Monday, September 7, 2009

Tips for the Independent Traveller, Part I of (?)

Ever since the KTGC tour days, there was this idea in my head to provide tips for people who intend to embark on crazy multi-city journeys. Not that I think that I’m the most sophisticated traveller in the world, of course; but you know, sometimes, when you share ideas with other people, their comments may teach you something you didn’t already know.

So the first tip I can give you is about packing, and it goes like this: PACK LIGHT. Very simple, huh? well, as it turns out, easier said than done.

The basic fact you have to fully understand here is that each and every extra gram you pack, is another gram you have to carry with you. So most people say “hey, what’s another 100 gram here or there”. Well, quoting from Malcolm Gladwell’s “Blink”, the vast majority of people have trouble understanding the concept of compounding. If I give you a piece of paper and ask you what would be the height of the folded paper if you folded it 50 times, not a lot of people will be smart enough to reply back that it’s physically impossible because such a stack will be so high that it will surpass the distance between Earth and the Sun.

So yes, weight counts, and counts a lot. There’s an extremely good reason why, for example, weight difference of 100g in laptop prices can lead to differences of hundreds of dollars.

“Packing light” means two things at the same time:

  1. Only pack what you absolutely need, and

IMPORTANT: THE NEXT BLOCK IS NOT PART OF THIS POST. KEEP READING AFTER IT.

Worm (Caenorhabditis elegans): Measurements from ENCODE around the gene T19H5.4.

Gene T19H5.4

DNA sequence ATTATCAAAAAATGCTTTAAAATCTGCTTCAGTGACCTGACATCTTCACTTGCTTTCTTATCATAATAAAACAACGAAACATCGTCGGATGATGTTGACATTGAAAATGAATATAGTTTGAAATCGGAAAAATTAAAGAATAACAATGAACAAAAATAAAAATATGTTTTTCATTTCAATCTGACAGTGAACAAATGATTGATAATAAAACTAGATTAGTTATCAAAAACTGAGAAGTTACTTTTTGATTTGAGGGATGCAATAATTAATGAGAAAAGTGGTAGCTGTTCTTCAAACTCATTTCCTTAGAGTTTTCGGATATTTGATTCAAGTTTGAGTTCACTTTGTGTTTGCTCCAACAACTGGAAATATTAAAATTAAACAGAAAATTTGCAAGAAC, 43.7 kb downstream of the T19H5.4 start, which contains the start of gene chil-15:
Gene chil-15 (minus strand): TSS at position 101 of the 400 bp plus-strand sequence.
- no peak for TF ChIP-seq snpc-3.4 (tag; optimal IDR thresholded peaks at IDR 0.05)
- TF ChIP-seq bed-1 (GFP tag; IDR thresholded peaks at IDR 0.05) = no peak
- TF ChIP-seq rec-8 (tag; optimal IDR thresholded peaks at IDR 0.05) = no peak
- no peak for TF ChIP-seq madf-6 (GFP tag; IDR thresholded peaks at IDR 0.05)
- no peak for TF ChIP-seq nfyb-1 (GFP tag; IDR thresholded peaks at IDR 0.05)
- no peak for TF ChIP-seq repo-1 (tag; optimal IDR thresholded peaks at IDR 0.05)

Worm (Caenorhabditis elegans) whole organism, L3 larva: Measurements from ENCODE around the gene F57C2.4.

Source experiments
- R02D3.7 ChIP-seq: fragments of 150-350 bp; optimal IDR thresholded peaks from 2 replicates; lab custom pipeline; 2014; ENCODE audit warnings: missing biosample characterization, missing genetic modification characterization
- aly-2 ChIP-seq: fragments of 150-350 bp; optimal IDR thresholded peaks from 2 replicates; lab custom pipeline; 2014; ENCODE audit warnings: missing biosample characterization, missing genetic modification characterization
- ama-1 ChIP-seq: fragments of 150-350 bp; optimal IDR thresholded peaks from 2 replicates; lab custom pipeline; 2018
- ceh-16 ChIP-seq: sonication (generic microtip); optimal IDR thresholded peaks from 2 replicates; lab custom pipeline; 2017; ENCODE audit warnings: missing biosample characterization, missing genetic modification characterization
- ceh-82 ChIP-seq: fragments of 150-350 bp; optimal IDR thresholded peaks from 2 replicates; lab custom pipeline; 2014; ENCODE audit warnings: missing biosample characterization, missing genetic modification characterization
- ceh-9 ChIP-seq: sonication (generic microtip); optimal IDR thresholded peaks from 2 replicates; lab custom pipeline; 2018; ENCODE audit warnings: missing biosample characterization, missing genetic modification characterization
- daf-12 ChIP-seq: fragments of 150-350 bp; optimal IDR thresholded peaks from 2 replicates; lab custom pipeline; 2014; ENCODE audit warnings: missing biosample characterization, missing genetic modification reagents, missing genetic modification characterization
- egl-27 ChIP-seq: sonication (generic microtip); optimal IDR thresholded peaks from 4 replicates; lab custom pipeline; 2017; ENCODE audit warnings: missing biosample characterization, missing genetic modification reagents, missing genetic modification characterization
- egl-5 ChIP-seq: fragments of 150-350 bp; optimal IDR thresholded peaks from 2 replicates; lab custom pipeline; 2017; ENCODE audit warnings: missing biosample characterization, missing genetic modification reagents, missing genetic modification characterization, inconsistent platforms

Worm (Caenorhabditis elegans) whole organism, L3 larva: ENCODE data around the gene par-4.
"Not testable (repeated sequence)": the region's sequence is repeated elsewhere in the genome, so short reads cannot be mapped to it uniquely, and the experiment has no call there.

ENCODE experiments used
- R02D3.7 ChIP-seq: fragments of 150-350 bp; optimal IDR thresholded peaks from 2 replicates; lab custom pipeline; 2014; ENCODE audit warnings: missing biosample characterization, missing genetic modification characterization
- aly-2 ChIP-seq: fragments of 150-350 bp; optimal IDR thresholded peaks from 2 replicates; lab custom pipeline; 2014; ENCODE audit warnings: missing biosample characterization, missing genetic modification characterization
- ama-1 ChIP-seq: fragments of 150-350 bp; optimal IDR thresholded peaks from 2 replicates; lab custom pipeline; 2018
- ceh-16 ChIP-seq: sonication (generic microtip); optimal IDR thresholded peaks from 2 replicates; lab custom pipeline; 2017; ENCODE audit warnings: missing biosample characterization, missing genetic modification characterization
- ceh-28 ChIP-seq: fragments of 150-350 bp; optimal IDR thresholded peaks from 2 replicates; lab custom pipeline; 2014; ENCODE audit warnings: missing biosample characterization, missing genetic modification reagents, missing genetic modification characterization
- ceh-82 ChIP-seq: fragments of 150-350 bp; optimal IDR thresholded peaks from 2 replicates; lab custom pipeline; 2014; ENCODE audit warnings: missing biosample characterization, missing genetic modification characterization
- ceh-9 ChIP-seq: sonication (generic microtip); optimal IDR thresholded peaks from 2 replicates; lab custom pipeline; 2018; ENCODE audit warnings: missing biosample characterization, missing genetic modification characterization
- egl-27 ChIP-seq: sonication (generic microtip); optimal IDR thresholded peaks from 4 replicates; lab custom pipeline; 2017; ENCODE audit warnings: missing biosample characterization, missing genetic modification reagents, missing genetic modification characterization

2. Of what you need, if you can, select the lightest and smallest item possible (for example: if you really need a camera, get the lightest and smallest you can possibly get)

Special tip about clothes: don’t take too many. It really isn’t necessary. For the Get Lucky tour, for instance, I intend on taking two pairs of jeans and two shirts. That’s it. You really, absolutely don’t need more than that.

Shoes: pick the lightest you can, and accept the fact that it’s going to cost you. That said, it’s definitely worth it.

Depending on your strength and physical condition, always prefer a container that you can carry on your shoulders and hips (i.e. a backpack) over a suitcase. A proper backpack should have comfortable straps that allows you to fasten the backpack around your hips, making it very easy on your shoulders and you will be surprised how easy it is to get around.

The reason I would always prefer a backpack is that you can walk around and still have your hands available to do whatever you need to do. Also, it is immensely easier to maintain in trains, buses etc and, if you followed my previous instructions about packing light then you might have been lucky enough to suffice with a backpack small enough to fit as a carry-on luggage – eliminating the need to go through baggage claim if your itinerary involves flights.

Once you pack according to my instructions above, if you follow my directions strictly, you will end up with a backpack that is half empty. You will be very tempted to say “wow, I can really put more stuff in here, so why not? Look how much space I have”.

BULLOCKS. Trust me on this one – DON’T DO IT. Instead, go buy yourself a smaller backpack.

An advice about backpacks: good backpacks cost good money, but this is one of those things that you don’t, and I repeat, don’t want to skimp with. Your backpack is your best friend. Not sure what’s the inventory in Europe, but in Canada, I wouldn’t buy my backpack anywhere else other than a renowned outdoors gear store. My favourite one is MEC (Mountain Equipment Co-Op) – they sell outstanding gear; it’s pricier than the average, but you get a lifetime warranty for pretty much anything that can go wrong with your backpack, and those are very, very well made.

That’s it about packing, for now. The next subject will be food & diet.


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